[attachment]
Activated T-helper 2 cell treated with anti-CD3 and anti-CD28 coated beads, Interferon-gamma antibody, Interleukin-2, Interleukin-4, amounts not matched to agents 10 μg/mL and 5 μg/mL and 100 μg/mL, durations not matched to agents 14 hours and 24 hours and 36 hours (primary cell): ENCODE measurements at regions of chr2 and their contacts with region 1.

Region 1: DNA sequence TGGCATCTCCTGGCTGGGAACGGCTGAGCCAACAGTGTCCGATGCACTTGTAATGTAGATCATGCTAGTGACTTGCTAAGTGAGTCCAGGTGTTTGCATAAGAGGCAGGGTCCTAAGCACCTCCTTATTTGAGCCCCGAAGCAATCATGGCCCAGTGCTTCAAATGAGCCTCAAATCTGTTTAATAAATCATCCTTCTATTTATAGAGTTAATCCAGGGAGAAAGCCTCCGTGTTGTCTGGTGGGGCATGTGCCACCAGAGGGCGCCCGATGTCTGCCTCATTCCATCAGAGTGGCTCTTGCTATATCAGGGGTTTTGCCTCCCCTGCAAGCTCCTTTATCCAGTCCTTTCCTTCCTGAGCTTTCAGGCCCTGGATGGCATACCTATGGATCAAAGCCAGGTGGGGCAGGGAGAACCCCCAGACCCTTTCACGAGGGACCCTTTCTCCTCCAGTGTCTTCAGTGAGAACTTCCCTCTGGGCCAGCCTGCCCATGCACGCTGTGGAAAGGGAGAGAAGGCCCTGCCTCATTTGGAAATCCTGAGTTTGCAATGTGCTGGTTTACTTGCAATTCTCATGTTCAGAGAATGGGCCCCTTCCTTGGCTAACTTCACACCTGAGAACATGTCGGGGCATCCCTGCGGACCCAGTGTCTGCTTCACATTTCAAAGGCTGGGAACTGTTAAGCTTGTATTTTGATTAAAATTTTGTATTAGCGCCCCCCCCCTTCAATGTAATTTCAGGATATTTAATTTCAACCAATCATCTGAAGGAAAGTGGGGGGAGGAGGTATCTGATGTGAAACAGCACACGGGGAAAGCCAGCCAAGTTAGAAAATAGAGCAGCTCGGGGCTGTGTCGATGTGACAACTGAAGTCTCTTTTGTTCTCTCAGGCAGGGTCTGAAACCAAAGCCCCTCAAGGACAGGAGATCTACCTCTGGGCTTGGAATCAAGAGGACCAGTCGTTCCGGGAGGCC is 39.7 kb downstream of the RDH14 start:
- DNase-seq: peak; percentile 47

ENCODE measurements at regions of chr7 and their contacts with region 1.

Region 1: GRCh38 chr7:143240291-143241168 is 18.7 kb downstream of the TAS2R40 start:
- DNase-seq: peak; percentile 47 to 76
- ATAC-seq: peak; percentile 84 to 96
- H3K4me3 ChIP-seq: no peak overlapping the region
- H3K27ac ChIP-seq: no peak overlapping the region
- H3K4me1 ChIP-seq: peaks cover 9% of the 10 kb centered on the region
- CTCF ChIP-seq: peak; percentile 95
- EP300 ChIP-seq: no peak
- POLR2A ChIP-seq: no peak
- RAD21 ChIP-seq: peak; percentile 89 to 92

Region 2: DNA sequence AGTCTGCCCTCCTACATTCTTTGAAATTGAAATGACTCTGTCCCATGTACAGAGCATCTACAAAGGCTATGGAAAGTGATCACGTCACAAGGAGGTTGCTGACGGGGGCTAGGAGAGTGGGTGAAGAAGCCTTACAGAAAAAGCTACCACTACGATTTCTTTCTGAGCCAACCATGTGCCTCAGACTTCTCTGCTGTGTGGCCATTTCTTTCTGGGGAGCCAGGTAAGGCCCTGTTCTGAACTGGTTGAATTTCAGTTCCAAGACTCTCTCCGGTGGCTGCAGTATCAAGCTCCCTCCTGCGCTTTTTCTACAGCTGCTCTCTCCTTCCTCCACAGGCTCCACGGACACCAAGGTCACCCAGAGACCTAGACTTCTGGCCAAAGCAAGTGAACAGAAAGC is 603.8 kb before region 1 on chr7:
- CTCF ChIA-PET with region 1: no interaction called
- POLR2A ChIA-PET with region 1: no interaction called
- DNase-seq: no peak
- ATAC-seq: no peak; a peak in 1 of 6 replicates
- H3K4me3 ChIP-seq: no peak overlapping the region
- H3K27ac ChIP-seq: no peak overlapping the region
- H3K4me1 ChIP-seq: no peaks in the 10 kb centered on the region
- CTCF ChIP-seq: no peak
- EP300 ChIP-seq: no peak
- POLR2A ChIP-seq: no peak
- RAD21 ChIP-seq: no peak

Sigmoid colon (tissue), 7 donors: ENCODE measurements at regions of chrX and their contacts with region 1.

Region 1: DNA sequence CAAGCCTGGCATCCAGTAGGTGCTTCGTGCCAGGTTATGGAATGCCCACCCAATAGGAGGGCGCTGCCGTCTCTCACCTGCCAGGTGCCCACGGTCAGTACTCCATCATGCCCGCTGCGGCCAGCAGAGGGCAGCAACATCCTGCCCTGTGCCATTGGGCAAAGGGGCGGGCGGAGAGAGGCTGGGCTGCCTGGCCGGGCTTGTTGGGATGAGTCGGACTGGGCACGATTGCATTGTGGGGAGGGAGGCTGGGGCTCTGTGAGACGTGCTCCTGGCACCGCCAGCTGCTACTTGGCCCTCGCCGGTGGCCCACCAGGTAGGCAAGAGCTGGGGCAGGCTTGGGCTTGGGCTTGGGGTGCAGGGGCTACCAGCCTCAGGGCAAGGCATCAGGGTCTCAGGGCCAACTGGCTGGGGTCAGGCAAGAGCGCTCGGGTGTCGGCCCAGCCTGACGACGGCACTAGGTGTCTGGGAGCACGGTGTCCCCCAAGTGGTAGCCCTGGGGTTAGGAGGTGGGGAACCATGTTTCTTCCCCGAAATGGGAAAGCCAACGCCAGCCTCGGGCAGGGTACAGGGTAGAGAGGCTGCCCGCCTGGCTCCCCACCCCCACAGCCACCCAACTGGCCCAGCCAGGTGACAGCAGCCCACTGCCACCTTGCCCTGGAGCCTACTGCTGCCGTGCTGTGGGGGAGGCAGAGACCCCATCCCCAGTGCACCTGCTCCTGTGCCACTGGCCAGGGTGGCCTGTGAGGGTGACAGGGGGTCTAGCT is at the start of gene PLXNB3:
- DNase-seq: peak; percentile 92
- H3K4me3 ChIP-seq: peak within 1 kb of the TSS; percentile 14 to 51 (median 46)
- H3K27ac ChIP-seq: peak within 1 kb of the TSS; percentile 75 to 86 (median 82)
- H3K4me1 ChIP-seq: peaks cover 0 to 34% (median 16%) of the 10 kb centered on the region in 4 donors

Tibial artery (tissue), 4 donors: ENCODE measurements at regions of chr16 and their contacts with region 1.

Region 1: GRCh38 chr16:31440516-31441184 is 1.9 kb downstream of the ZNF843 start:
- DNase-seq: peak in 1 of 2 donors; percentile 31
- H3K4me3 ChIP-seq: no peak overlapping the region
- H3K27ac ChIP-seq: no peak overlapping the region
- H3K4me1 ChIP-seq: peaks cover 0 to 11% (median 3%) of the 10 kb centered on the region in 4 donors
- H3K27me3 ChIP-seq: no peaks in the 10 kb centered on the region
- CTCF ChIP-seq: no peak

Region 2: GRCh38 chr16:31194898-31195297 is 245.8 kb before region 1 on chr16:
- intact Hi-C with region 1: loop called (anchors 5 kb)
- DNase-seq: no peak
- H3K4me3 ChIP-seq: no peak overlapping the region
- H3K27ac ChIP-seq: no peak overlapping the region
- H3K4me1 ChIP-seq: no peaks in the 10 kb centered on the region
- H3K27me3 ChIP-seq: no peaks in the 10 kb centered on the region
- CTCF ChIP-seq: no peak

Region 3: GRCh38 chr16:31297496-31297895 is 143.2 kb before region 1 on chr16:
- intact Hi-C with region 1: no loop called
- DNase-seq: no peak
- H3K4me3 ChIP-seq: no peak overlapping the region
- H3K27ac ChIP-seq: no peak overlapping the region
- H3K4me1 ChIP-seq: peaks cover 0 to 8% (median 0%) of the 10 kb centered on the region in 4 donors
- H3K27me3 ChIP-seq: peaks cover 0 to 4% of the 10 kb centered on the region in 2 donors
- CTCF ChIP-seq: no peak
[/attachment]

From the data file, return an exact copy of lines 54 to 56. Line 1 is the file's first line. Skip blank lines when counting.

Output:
- H3K4me1 ChIP-seq: peaks cover 0 to 8% (median 0%) of the 10 kb centered on the region in 4 donors
- H3K27me3 ChIP-seq: peaks cover 0 to 4% of the 10 kb centered on the region in 2 donors
- CTCF ChIP-seq: no peak